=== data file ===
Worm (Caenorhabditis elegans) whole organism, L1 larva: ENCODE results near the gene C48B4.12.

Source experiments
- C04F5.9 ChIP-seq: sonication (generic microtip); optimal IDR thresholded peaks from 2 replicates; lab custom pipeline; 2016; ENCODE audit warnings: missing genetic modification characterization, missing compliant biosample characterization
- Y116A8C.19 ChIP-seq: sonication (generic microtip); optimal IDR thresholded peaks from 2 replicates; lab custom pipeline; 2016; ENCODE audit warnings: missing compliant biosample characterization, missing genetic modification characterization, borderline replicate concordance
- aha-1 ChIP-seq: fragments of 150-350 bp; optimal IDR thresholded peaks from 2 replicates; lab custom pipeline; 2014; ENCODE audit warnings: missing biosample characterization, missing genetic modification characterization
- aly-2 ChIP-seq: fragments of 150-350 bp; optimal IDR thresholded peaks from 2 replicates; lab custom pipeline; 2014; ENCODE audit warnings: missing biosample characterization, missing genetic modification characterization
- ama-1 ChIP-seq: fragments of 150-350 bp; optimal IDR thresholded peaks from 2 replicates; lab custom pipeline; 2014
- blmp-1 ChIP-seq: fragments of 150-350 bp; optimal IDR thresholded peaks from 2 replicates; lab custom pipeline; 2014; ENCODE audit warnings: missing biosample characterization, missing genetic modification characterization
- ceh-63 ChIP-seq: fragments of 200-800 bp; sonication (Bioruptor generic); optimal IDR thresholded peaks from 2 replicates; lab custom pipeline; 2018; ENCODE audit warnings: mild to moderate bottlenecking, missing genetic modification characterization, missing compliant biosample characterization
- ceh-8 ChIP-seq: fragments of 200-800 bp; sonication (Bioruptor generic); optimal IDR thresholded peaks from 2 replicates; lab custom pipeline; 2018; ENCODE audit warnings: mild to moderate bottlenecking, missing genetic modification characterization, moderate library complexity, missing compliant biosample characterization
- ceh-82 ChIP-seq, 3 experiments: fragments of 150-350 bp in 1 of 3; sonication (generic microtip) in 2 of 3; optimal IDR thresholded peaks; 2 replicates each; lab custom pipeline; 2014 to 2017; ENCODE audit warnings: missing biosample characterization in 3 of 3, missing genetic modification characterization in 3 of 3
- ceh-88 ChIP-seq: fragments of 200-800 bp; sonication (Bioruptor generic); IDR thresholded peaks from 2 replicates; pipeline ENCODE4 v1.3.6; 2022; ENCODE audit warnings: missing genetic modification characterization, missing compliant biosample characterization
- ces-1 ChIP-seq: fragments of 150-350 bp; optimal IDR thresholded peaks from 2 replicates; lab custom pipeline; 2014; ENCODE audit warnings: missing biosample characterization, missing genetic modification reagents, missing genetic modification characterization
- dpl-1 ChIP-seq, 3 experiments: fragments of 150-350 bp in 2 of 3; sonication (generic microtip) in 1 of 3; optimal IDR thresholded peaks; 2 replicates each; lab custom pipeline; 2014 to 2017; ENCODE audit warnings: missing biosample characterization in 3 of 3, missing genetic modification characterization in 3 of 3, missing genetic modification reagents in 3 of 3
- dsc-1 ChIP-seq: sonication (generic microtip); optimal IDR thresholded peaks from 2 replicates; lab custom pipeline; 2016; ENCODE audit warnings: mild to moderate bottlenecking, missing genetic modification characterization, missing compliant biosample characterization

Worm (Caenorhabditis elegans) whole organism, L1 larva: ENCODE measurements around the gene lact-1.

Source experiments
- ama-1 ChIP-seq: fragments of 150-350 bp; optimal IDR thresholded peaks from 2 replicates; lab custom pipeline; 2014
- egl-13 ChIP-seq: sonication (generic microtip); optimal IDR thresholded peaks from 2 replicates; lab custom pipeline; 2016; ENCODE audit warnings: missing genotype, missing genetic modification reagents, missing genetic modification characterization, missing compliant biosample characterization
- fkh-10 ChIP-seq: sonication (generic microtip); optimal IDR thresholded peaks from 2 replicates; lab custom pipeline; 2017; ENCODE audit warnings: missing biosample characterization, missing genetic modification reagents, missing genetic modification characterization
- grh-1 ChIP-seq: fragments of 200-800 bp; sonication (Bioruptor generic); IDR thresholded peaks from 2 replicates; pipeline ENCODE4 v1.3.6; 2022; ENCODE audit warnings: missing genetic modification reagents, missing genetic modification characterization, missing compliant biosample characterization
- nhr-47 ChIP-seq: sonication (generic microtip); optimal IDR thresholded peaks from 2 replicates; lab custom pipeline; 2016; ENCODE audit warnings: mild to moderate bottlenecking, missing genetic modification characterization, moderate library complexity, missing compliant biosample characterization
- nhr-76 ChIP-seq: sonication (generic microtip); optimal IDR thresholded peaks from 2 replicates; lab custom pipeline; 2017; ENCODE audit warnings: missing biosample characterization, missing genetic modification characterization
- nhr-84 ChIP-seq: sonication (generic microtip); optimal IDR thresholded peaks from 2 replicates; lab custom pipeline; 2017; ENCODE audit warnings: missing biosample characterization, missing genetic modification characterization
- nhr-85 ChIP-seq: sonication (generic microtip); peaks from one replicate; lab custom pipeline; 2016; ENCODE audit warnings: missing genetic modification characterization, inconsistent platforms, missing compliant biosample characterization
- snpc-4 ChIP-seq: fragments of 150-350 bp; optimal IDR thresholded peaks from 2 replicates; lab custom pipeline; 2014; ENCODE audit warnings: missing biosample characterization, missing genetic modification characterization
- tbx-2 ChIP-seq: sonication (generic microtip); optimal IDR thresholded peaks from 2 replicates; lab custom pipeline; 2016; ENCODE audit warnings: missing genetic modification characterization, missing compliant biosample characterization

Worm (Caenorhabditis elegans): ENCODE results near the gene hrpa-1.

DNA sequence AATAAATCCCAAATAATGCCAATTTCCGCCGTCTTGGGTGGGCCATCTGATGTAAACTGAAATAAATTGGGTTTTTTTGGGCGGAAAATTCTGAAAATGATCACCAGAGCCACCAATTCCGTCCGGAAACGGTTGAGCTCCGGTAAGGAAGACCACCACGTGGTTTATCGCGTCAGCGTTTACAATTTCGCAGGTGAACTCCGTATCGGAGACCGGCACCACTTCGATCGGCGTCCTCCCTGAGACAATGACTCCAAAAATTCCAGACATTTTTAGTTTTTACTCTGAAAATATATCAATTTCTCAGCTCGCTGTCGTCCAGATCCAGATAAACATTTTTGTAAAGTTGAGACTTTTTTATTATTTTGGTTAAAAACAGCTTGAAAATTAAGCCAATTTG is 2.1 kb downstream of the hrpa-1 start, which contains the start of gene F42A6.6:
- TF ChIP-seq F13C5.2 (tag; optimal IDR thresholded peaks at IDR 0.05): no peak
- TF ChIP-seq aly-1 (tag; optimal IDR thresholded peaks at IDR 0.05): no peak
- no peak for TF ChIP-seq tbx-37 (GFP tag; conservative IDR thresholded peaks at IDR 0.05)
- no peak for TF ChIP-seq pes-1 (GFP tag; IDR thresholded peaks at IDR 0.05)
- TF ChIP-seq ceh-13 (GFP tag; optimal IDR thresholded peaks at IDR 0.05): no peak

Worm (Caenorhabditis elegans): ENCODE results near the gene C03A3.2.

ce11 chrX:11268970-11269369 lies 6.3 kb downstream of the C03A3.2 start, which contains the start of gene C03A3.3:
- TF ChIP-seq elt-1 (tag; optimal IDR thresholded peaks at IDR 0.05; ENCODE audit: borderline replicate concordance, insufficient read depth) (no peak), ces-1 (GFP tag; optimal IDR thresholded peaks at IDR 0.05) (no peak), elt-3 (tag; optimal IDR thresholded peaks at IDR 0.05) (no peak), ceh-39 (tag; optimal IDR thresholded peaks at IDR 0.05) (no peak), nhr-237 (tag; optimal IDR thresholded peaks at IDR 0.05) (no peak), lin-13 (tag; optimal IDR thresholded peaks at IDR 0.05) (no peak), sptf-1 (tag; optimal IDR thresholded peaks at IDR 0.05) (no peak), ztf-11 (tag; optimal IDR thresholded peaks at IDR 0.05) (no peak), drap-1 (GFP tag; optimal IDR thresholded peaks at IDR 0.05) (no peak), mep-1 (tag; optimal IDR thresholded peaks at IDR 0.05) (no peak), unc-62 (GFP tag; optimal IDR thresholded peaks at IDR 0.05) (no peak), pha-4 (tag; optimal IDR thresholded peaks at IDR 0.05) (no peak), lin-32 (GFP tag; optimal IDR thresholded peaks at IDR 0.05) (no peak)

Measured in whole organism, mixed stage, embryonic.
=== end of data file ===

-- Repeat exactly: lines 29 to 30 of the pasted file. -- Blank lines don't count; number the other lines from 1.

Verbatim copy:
DNA sequence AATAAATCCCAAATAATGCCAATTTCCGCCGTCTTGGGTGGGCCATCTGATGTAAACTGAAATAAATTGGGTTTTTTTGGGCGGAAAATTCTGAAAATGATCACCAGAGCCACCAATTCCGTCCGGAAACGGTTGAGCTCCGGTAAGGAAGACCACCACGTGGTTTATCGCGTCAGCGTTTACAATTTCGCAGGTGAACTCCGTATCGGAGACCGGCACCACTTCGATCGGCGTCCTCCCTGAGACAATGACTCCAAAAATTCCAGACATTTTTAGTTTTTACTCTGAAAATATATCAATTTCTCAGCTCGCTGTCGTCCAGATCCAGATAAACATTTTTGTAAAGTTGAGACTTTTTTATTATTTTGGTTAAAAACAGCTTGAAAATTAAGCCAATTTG is 2.1 kb downstream of the hrpa-1 start, which contains the start of gene F42A6.6:
- TF ChIP-seq F13C5.2 (tag; optimal IDR thresholded peaks at IDR 0.05): no peak